- Sep 17 2014 quant-ph arXiv:1409.4647v2We establish a rigorous connection between fundamental resource theories at the quantum scale. Correlations and entanglement constitute indispensable resources for numerous quantum information tasks. However, their establishment comes at the cost of energy, the resource of thermodynamics, and is limited by the initial entropy. Here, the optimal conversion of energy into correlations is investigated. Assuming the presence of a thermal bath, we establish general bounds for arbitrary systems and construct a protocol saturating them. The amount of correlations, quantified by the mutual information, can increase at most linearly with the available energy, and we determine where the linear regime breaks down. We further consider the generation of genuine quantum correlations, focusing on the fundamental constituents of our universe: fermions and bosons. For fermionic modes, we find the optimal entangling protocol. For bosonic modes, we show that while Gaussian operations can be outperformed in creating entanglement, their performance is optimal for high energies.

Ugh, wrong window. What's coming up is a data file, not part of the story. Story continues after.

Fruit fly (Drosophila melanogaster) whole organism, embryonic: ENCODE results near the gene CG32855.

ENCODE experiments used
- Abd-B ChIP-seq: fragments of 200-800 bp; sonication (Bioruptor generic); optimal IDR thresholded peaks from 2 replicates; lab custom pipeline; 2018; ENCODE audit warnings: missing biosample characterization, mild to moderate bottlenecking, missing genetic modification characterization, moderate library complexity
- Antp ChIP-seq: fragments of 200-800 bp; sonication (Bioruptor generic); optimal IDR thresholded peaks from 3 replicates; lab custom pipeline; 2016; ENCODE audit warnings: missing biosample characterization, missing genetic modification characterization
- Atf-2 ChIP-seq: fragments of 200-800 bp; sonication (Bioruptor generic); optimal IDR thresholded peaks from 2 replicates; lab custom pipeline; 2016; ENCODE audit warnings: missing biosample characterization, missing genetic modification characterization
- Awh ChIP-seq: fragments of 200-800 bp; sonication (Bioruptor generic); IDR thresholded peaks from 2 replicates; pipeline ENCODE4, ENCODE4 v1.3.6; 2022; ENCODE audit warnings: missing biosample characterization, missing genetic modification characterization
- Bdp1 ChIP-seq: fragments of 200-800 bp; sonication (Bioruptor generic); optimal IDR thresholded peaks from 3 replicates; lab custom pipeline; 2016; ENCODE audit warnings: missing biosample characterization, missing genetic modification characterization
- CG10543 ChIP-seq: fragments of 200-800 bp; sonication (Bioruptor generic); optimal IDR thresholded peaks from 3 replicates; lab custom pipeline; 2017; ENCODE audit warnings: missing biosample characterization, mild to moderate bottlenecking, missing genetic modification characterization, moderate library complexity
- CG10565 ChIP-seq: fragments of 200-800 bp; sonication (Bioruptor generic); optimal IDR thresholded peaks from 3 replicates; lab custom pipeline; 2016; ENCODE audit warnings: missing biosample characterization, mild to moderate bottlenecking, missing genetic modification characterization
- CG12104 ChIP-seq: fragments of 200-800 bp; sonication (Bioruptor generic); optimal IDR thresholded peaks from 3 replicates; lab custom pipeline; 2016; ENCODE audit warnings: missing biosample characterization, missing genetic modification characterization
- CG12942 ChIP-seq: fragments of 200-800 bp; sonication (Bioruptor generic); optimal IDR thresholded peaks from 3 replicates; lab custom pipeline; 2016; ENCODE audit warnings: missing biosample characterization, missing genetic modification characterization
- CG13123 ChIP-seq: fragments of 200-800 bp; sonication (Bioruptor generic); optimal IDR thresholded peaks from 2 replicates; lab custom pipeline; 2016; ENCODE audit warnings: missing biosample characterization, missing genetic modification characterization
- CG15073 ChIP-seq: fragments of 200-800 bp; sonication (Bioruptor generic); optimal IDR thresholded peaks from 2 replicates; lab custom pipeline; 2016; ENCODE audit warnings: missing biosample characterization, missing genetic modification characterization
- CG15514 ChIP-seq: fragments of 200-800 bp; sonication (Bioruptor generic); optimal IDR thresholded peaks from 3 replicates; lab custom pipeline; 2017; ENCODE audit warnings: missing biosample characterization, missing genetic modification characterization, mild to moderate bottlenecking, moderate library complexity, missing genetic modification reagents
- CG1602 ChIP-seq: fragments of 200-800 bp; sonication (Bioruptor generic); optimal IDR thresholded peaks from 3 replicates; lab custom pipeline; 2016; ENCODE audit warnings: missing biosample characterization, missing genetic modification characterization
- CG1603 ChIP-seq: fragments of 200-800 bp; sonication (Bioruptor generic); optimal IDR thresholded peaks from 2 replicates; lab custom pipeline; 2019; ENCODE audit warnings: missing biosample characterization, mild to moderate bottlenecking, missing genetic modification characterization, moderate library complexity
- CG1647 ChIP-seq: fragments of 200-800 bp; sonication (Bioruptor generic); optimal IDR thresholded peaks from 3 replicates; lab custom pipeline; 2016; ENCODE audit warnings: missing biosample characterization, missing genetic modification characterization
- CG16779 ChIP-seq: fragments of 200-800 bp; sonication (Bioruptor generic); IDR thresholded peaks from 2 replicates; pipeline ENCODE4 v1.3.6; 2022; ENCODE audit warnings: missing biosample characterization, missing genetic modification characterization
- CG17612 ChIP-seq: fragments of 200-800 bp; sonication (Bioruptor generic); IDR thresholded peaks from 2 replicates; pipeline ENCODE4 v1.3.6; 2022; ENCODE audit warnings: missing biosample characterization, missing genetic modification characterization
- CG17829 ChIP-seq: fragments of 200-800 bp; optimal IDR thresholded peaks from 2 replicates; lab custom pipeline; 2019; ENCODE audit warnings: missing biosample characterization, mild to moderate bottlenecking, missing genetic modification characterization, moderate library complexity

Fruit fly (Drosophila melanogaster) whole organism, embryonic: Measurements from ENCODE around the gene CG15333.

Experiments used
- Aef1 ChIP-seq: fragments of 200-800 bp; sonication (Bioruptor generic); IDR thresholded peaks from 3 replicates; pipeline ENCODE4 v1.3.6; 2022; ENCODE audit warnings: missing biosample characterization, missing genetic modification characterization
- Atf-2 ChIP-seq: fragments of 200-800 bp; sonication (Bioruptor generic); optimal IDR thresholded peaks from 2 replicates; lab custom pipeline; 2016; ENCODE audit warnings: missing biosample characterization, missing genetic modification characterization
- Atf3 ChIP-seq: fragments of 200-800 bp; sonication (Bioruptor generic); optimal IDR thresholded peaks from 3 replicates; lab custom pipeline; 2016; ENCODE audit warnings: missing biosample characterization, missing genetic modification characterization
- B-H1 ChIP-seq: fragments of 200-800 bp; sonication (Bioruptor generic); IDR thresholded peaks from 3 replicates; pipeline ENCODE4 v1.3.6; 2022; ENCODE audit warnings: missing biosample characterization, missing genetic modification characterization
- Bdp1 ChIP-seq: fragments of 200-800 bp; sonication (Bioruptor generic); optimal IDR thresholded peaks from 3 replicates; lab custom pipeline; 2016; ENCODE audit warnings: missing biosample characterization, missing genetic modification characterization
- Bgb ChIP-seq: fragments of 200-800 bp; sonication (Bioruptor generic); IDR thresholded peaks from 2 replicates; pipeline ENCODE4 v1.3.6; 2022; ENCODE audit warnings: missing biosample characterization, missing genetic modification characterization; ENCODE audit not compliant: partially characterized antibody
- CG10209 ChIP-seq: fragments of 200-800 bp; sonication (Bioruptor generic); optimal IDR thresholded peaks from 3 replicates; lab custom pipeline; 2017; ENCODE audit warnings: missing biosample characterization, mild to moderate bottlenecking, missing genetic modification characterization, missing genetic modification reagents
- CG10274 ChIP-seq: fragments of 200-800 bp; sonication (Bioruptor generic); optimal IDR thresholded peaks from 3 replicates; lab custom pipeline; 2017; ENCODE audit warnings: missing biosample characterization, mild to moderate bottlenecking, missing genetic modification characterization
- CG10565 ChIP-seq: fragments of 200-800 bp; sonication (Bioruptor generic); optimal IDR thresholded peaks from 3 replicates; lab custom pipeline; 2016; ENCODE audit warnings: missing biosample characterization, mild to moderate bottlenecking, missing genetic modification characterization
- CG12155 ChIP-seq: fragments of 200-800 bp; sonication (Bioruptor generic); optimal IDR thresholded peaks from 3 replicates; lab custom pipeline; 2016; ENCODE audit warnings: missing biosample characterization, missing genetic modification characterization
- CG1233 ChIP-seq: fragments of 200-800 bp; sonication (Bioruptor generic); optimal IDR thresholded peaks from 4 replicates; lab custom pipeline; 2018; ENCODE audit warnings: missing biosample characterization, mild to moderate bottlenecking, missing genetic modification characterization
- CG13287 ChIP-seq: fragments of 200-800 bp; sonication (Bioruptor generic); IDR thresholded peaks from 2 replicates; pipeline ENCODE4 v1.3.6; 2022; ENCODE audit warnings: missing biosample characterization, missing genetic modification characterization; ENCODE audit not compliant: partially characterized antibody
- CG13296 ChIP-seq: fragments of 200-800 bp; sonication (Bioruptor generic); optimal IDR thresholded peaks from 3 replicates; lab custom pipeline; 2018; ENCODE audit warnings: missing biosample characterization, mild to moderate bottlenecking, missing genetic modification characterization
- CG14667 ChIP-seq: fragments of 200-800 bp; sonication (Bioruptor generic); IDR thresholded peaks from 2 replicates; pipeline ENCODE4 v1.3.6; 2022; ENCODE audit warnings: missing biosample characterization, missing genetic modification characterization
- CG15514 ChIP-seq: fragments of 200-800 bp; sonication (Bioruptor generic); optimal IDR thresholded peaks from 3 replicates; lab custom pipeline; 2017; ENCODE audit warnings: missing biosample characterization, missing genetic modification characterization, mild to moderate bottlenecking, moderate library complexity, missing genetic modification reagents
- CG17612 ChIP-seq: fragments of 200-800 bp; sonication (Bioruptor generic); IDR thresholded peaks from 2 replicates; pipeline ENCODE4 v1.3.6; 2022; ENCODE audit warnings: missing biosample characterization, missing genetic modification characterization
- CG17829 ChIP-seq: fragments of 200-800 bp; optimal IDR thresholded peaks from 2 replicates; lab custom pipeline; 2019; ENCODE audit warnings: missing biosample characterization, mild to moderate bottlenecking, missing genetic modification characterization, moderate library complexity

- Jul 30 2014 quant-ph cond-mat.stat-mech arXiv:1407.7765v3Work and quantum correlations are two fundamental resources in thermodynamics and quantum information theory. In this work we study how to use correlations among quantum systems to optimally store work. We analyse this question for isolated quantum ensembles, where the work can be naturally divided into two contributions: a local contribution from each system, and a global contribution originating from correlations among systems. We focus on the latter and consider quantum systems which are locally thermal, thus from which any extractable work can only come from correlations. We compute the maximum extractable work for general entangled states, separable states, and states with fixed entropy. Our results show that while entanglement gives an advantage for small quantum ensembles, this gain vanishes for a large number of systems.